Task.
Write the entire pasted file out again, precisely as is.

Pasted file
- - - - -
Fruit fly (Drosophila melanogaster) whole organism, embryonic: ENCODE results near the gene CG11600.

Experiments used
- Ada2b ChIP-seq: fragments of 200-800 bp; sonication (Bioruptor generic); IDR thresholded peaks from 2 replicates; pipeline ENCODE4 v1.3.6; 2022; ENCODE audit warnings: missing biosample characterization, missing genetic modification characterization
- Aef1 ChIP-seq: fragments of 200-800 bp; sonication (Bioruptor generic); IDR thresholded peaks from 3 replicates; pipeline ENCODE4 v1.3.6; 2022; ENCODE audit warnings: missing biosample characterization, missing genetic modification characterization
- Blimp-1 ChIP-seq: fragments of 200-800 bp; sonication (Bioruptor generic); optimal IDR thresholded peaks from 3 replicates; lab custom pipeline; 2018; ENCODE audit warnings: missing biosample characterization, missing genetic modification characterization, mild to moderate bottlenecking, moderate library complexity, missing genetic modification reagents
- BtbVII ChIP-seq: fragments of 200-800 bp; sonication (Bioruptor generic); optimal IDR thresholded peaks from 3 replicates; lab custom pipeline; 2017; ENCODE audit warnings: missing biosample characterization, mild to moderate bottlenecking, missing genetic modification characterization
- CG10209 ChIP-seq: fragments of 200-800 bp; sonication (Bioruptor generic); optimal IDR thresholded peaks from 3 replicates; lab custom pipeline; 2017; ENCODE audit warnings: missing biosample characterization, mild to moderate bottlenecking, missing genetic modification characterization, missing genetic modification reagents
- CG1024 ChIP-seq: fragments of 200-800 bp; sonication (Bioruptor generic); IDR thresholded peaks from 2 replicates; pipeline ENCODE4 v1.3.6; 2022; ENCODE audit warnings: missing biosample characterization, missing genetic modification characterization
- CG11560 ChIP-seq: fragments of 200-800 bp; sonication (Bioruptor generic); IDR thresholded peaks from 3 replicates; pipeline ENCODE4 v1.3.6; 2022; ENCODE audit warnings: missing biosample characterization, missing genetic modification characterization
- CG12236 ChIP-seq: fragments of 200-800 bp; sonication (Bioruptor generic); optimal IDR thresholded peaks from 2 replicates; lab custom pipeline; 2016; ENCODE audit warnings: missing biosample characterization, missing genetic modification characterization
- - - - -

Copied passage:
Fruit fly (Drosophila melanogaster) whole organism, embryonic: ENCODE results near the gene CG11600.

Experiments used
- Ada2b ChIP-seq: fragments of 200-800 bp; sonication (Bioruptor generic); IDR thresholded peaks from 2 replicates; pipeline ENCODE4 v1.3.6; 2022; ENCODE audit warnings: missing biosample characterization, missing genetic modification characterization
- Aef1 ChIP-seq: fragments of 200-800 bp; sonication (Bioruptor generic); IDR thresholded peaks from 3 replicates; pipeline ENCODE4 v1.3.6; 2022; ENCODE audit warnings: missing biosample characterization, missing genetic modification characterization
- Blimp-1 ChIP-seq: fragments of 200-800 bp; sonication (Bioruptor generic); optimal IDR thresholded peaks from 3 replicates; lab custom pipeline; 2018; ENCODE audit warnings: missing biosample characterization, missing genetic modification characterization, mild to moderate bottlenecking, moderate library complexity, missing genetic modification reagents
- BtbVII ChIP-seq: fragments of 200-800 bp; sonication (Bioruptor generic); optimal IDR thresholded peaks from 3 replicates; lab custom pipeline; 2017; ENCODE audit warnings: missing biosample characterization, mild to moderate bottlenecking, missing genetic modification characterization
- CG10209 ChIP-seq: fragments of 200-800 bp; sonication (Bioruptor generic); optimal IDR thresholded peaks from 3 replicates; lab custom pipeline; 2017; ENCODE audit warnings: missing biosample characterization, mild to moderate bottlenecking, missing genetic modification characterization, missing genetic modification reagents
- CG1024 ChIP-seq: fragments of 200-800 bp; sonication (Bioruptor generic); IDR thresholded peaks from 2 replicates; pipeline ENCODE4 v1.3.6; 2022; ENCODE audit warnings: missing biosample characterization, missing genetic modification characterization
- CG11560 ChIP-seq: fragments of 200-800 bp; sonication (Bioruptor generic); IDR thresholded peaks from 3 replicates; pipeline ENCODE4 v1.3.6; 2022; ENCODE audit warnings: missing biosample characterization, missing genetic modification characterization
- CG12236 ChIP-seq: fragments of 200-800 bp; sonication (Bioruptor generic); optimal IDR thresholded peaks from 2 replicates; lab custom pipeline; 2016; ENCODE audit warnings: missing biosample characterization, missing genetic modification characterization